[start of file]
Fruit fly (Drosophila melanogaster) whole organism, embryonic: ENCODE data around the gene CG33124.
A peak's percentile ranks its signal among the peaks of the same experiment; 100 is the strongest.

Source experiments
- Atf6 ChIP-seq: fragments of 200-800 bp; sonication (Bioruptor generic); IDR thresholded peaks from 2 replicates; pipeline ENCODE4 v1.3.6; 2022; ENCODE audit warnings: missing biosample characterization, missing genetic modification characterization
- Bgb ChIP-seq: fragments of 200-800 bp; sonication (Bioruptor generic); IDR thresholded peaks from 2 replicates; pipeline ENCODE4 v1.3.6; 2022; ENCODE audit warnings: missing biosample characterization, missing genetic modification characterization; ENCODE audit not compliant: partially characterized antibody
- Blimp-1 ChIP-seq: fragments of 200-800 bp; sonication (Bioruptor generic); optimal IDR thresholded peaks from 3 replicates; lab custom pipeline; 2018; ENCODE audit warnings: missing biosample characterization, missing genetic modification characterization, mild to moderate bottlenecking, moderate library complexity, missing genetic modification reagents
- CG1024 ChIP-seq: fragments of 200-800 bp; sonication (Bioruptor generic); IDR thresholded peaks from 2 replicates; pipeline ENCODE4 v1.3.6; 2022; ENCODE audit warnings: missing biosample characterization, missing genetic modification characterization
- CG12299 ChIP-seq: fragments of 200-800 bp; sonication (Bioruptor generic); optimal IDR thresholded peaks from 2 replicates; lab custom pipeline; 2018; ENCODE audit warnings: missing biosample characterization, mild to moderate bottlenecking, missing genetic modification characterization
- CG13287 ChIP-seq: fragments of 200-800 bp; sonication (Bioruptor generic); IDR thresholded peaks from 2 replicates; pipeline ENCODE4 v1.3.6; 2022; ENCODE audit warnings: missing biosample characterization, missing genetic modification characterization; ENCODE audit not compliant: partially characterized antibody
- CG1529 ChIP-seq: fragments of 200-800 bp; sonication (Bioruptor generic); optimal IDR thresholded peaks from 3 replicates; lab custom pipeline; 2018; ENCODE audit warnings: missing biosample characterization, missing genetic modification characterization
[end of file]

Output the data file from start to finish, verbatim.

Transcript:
Fruit fly (Drosophila melanogaster) whole organism, embryonic: ENCODE data around the gene CG33124.
A peak's percentile ranks its signal among the peaks of the same experiment; 100 is the strongest.

Source experiments
- Atf6 ChIP-seq: fragments of 200-800 bp; sonication (Bioruptor generic); IDR thresholded peaks from 2 replicates; pipeline ENCODE4 v1.3.6; 2022; ENCODE audit warnings: missing biosample characterization, missing genetic modification characterization
- Bgb ChIP-seq: fragments of 200-800 bp; sonication (Bioruptor generic); IDR thresholded peaks from 2 replicates; pipeline ENCODE4 v1.3.6; 2022; ENCODE audit warnings: missing biosample characterization, missing genetic modification characterization; ENCODE audit not compliant: partially characterized antibody
- Blimp-1 ChIP-seq: fragments of 200-800 bp; sonication (Bioruptor generic); optimal IDR thresholded peaks from 3 replicates; lab custom pipeline; 2018; ENCODE audit warnings: missing biosample characterization, missing genetic modification characterization, mild to moderate bottlenecking, moderate library complexity, missing genetic modification reagents
- CG1024 ChIP-seq: fragments of 200-800 bp; sonication (Bioruptor generic); IDR thresholded peaks from 2 replicates; pipeline ENCODE4 v1.3.6; 2022; ENCODE audit warnings: missing biosample characterization, missing genetic modification characterization
- CG12299 ChIP-seq: fragments of 200-800 bp; sonication (Bioruptor generic); optimal IDR thresholded peaks from 2 replicates; lab custom pipeline; 2018; ENCODE audit warnings: missing biosample characterization, mild to moderate bottlenecking, missing genetic modification characterization
- CG13287 ChIP-seq: fragments of 200-800 bp; sonication (Bioruptor generic); IDR thresholded peaks from 2 replicates; pipeline ENCODE4 v1.3.6; 2022; ENCODE audit warnings: missing biosample characterization, missing genetic modification characterization; ENCODE audit not compliant: partially characterized antibody
- CG1529 ChIP-seq: fragments of 200-800 bp; sonication (Bioruptor generic); optimal IDR thresholded peaks from 3 replicates; lab custom pipeline; 2018; ENCODE audit warnings: missing biosample characterization, missing genetic modification characterization